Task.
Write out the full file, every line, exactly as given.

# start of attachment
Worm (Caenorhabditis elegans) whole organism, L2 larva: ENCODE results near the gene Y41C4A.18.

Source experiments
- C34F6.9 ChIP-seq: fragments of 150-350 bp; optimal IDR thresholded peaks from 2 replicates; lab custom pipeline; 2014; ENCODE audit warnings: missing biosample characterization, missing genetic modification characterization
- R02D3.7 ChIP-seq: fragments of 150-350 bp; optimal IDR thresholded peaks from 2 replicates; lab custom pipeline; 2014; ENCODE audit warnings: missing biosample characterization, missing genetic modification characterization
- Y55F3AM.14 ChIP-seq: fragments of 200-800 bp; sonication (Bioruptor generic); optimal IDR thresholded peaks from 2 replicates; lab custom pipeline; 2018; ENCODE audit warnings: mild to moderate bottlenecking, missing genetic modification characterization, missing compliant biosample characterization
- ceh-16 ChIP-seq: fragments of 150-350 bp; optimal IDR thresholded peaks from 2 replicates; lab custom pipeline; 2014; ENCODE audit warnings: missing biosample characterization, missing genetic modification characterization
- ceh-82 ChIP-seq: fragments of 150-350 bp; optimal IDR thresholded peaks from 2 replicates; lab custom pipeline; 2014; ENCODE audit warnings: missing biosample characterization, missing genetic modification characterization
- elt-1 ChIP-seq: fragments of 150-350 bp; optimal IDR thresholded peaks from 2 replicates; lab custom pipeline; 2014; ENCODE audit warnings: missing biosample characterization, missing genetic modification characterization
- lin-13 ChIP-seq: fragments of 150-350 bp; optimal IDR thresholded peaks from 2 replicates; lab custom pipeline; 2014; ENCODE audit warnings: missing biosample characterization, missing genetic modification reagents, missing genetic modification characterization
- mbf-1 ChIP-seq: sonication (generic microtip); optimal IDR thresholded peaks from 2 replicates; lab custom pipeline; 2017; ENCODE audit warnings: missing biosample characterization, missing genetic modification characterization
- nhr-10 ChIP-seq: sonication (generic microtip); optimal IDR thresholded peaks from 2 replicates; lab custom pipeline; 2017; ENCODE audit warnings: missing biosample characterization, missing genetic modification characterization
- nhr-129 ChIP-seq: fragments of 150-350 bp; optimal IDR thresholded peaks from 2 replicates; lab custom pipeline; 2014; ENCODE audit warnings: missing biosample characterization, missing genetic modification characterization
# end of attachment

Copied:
Worm (Caenorhabditis elegans) whole organism, L2 larva: ENCODE results near the gene Y41C4A.18.

Source experiments
- C34F6.9 ChIP-seq: fragments of 150-350 bp; optimal IDR thresholded peaks from 2 replicates; lab custom pipeline; 2014; ENCODE audit warnings: missing biosample characterization, missing genetic modification characterization
- R02D3.7 ChIP-seq: fragments of 150-350 bp; optimal IDR thresholded peaks from 2 replicates; lab custom pipeline; 2014; ENCODE audit warnings: missing biosample characterization, missing genetic modification characterization
- Y55F3AM.14 ChIP-seq: fragments of 200-800 bp; sonication (Bioruptor generic); optimal IDR thresholded peaks from 2 replicates; lab custom pipeline; 2018; ENCODE audit warnings: mild to moderate bottlenecking, missing genetic modification characterization, missing compliant biosample characterization
- ceh-16 ChIP-seq: fragments of 150-350 bp; optimal IDR thresholded peaks from 2 replicates; lab custom pipeline; 2014; ENCODE audit warnings: missing biosample characterization, missing genetic modification characterization
- ceh-82 ChIP-seq: fragments of 150-350 bp; optimal IDR thresholded peaks from 2 replicates; lab custom pipeline; 2014; ENCODE audit warnings: missing biosample characterization, missing genetic modification characterization
- elt-1 ChIP-seq: fragments of 150-350 bp; optimal IDR thresholded peaks from 2 replicates; lab custom pipeline; 2014; ENCODE audit warnings: missing biosample characterization, missing genetic modification characterization
- lin-13 ChIP-seq: fragments of 150-350 bp; optimal IDR thresholded peaks from 2 replicates; lab custom pipeline; 2014; ENCODE audit warnings: missing biosample characterization, missing genetic modification reagents, missing genetic modification characterization
- mbf-1 ChIP-seq: sonication (generic microtip); optimal IDR thresholded peaks from 2 replicates; lab custom pipeline; 2017; ENCODE audit warnings: missing biosample characterization, missing genetic modification characterization
- nhr-10 ChIP-seq: sonication (generic microtip); optimal IDR thresholded peaks from 2 replicates; lab custom pipeline; 2017; ENCODE audit warnings: missing biosample characterization, missing genetic modification characterization
- nhr-129 ChIP-seq: fragments of 150-350 bp; optimal IDR thresholded peaks from 2 replicates; lab custom pipeline; 2014; ENCODE audit warnings: missing biosample characterization, missing genetic modification characterization